The Reading Success Lab Assessment Module addresses these problems by allowing continuous monitoring of reading progress.  In fact, progress on all of the reading assessment tasks (except for reading and listening comprehension) can be evaluated as frequently as once per week.  These reassessments also produce a progress report that shows improvement or lack of improvement over time.  This allows teachers and parents to keep close tabs on whether reading treatments are having the desired impact.  (see more information about progress monitoring in Our Products section on the Main Menu)

Most dyslexia researchers believe that dyslexia can be managed, but not cured.  Unfortunately many schools believe that managing dyslexia means creating an environment where children do not have to read.  This environment is created through the use of “accommodations” such as books on tape, using other children or adults to read assignments, and providing extra time for assignments and tests.  The unfortunate property of the use of accommodations is that once they begin to be used heavily there is no longer an attempt to teach a child to read.  Many schools begin the use of accommodations around the 6th grade, and correspondingly reduce efforts to improve reading skills.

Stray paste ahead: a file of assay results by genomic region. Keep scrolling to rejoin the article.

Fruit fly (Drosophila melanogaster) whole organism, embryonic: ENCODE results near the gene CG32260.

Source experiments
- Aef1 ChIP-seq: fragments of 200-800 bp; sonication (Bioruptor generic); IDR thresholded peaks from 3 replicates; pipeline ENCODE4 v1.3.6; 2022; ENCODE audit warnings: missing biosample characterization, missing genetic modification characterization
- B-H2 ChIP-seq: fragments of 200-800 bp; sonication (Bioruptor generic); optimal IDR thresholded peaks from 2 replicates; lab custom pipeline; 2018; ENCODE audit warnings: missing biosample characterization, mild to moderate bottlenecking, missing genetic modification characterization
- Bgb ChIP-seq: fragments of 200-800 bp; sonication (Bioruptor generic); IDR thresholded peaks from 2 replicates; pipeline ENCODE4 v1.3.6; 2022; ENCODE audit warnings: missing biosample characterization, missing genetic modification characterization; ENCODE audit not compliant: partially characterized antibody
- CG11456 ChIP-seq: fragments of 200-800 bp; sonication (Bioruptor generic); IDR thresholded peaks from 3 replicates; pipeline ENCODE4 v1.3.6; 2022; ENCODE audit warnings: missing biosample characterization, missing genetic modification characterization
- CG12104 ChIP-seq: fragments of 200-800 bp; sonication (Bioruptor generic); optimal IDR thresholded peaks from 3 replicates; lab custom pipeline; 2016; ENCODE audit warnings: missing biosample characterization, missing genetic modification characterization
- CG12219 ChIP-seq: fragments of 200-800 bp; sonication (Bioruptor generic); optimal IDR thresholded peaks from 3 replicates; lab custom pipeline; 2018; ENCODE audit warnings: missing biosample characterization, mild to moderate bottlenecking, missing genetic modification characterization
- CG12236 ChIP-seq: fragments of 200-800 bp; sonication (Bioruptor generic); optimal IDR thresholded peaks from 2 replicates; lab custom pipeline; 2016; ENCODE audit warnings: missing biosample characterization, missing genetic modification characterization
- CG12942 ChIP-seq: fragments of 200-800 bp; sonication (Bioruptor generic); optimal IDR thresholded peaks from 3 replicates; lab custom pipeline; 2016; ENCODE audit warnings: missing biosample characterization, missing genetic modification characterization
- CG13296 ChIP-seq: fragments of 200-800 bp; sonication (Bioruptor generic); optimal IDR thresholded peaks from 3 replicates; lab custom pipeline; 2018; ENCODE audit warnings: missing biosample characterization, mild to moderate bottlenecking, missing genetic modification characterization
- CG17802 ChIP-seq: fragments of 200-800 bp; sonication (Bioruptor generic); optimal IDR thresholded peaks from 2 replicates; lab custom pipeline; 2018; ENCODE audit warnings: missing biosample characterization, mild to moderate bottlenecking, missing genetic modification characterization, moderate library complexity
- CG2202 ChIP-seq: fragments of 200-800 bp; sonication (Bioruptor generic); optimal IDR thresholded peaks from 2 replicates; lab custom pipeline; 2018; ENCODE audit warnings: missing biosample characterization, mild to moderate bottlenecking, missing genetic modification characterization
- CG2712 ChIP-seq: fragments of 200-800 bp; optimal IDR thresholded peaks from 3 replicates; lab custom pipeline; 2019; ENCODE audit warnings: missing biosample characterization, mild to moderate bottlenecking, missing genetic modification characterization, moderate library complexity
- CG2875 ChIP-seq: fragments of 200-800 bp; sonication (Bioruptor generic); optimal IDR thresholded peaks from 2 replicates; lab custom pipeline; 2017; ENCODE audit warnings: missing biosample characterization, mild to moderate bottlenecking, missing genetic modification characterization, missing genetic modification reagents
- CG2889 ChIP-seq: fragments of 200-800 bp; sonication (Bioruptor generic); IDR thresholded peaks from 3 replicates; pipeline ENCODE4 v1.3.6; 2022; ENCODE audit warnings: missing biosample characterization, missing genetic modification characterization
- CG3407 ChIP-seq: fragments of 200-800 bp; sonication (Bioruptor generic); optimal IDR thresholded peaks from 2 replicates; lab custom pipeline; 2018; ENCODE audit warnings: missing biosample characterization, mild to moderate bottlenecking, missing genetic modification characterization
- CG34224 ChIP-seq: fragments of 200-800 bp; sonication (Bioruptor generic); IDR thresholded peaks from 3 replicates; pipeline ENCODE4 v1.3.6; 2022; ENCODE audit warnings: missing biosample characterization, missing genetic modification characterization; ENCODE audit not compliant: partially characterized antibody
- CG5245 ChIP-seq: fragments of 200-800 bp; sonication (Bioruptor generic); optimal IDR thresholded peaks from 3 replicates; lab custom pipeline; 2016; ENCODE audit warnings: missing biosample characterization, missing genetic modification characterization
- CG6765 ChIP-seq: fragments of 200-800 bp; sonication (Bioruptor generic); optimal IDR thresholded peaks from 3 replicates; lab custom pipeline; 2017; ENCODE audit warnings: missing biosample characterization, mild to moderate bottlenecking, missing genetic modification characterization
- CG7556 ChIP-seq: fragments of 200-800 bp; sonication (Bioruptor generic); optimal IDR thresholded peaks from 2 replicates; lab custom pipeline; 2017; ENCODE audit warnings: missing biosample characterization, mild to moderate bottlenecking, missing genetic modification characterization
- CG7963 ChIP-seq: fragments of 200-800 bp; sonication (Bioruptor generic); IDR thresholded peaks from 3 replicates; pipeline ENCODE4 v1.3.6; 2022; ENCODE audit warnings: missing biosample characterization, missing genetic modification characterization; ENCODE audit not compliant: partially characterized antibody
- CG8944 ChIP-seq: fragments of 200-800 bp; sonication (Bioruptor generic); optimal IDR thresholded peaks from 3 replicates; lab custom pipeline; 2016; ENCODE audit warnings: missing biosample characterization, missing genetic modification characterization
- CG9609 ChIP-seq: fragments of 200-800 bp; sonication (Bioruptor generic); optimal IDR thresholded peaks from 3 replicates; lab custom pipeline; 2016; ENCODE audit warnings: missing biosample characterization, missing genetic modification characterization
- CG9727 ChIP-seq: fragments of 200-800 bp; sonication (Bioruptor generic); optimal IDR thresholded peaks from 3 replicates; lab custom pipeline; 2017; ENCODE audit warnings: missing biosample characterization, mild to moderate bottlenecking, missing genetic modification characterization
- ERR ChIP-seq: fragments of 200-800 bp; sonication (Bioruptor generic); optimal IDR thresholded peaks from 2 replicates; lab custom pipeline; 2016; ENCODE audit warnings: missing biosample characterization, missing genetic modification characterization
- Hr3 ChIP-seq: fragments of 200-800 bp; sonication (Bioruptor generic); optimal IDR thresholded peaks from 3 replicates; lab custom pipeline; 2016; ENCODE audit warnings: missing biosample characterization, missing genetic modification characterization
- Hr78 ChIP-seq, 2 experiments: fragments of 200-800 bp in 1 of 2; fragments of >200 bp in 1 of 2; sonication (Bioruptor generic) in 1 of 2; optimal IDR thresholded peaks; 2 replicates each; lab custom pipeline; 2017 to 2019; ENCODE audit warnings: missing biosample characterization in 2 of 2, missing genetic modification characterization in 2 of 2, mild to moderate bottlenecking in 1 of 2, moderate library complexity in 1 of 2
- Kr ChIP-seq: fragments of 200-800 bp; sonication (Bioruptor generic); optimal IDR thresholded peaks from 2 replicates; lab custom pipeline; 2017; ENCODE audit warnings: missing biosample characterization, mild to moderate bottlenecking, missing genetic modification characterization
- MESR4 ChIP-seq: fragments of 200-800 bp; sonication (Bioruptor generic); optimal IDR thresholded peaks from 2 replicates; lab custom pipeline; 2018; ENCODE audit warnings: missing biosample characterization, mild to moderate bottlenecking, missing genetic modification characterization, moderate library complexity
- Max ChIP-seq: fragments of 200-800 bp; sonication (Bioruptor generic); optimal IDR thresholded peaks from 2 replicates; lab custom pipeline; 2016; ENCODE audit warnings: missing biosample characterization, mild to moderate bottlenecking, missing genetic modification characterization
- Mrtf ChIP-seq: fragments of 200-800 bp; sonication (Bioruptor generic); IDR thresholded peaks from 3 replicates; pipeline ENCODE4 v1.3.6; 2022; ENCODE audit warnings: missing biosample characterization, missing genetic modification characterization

A more effective approach is to provide the reader with strategies that can be used to develop effective reading skills in any situation requiring reading. The Reading Success Lab Designer Module provides an example of a strategy that can be used throughout school and beyond.  The Designer Module can be used to develop practice materials (displayed by the Skill Builder Module) based on any content the dyslexic reader has to read.  Examples include new terms from textbooks, technical terms from instructional manuals, and even practice materials from content such as driver’s license manuals.  A reader using the Designer Module can greatly boost comprehension of new material by automating recognition of the new terms that will be encountered in that material (read more about the Designer Module in Our Products section on the Main Menu).